1. If you've had a severe allergic reaction in the past, make sure you always carry an epinephrine injecting device with you at all times.
2. There are a variety of different epinephrine injection devices on the market and there are options available to help cover the cost of these injectors as well. We encourage you to discuss all options with your physician. For more information please contact our training center.
3. If you or someone you know has had a severe allergic reaction in the past, make sure that friends and family know how to use their epinephrine injecting device. Injector trainers usually come with the device but may also be requested from the manufacturer. We also provide this training through our training center free of charge.
4. Keep your epinephrine injector at room temperature and out of the heat. Keep an eye out for the expiration date. Replace your device when expiring. Also keep your medical history, allergies and prescription medication information easily accessible in case of an emergency. We do supply both allergy and medical information wallet cards free of charge through our training center.
5. If you or someone you care about has suffered a severe allergic reaction in the past, make sure to be a strong advocate/detective. Keep an eye out for possible situations where the individual may come into contact with what their allergic reaction was to. Do not be afraid to speak up. For example, if you are allergic to latex make sure to mention this to all dental and medical providers and be aware that sometimes restaurants staff use latex gloves when handling food. If you're allergic to a certain food product, make sure you mention it to your waiter at every restaurant even if you're not ordering something that has that product in it.
6. You may not know that you're allergic to something if this is your first reaction. If somebody has a severe allergic reaction, it is possible that there may not be an epinephrine injecting device available. If this is the case, please make sure to call 911 immediately if you notice signs of a possible Anaphylactic reaction. Also, try your best to keep the person as calm as possible. Be prepared to start CPR if needed. Signs of a possible Anaphylactic reaction include swelling and/tingling around the face, mouth, tongue, lips or inside the throat. A rash may be present but that is not always the case. If someone complains of these symptoms, especially if it's shortly after eating food, taking medication or being stung by an insect, assume it is it possible allergic reaction and call 911 immediately.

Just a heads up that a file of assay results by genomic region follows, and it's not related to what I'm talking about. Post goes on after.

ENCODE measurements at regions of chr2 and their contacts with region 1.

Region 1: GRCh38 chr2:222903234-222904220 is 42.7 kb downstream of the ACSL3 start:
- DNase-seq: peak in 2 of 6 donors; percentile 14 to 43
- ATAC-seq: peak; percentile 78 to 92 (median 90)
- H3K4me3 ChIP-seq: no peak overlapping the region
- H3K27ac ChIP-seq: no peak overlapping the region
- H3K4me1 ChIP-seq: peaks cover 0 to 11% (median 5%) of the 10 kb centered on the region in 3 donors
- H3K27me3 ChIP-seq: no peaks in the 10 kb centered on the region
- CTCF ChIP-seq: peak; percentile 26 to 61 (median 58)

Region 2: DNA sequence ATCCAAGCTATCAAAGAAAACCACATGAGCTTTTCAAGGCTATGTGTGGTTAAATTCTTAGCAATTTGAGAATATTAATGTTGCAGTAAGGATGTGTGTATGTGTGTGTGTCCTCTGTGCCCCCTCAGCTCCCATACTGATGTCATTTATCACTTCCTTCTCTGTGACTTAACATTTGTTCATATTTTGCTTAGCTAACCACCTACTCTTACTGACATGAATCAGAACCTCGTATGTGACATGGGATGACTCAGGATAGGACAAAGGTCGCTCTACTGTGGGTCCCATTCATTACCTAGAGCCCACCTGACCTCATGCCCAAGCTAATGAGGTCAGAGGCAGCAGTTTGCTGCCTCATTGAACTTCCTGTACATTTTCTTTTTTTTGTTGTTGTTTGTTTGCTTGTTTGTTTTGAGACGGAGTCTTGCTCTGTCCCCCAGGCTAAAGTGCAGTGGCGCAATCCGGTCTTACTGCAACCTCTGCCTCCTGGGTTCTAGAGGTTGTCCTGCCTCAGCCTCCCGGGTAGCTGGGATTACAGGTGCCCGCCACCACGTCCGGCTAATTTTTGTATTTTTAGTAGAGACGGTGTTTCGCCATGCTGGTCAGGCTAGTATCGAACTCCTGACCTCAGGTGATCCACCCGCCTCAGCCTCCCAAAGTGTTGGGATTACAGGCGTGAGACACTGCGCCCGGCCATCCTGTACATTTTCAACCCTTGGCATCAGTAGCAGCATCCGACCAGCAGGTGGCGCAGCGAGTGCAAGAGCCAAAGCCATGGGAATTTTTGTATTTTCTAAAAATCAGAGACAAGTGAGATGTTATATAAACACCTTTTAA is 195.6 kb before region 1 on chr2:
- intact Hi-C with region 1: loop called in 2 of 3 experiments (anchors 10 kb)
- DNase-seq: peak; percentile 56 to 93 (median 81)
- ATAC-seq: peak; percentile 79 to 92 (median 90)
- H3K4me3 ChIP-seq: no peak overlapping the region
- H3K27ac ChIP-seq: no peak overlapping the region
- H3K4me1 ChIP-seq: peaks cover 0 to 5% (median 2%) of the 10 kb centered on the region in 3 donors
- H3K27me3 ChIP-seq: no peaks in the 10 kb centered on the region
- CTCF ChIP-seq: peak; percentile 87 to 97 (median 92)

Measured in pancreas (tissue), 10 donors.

7. Get informed on the current laws in your state regarding the use of epinephrine injectors in schools and businesses. In the state of California, schools and even some businesses are now able to keep epinephrine injectors on site to be used on anyone who shows symptoms of a severe allergic reaction.
8. If you work in the medical field or another industry where you may come in contact with possible life-threatening Allergy triggers such as latex, please take these allergies seriously. If a patient tells you they're allergic to latex gloves, make sure there are no latex gloves anywhere around them. Do not touch them with gloves even for a second. If a patient tells you they are allergic to latex or it is in their file and you use gloves on them anyway, you can be held liable and you're putting that person's life at risk. Educate the other staff in your facility in regards to the serious nature of Anaphylactic reactions as well.
9. Take a First Aid and CPR training course every two years so you are prepared when an emergency such as a severe allergic reaction occurs. Please see our website for upcoming course dates and times.
10. Educate others. There are still far too many people in this world who know nothing about Anaphylactic reactions and just how serious they can be. Now that you have this information, please share it with others. The more people that are educated on Anaphylactic emergencies, the more lives will be saved.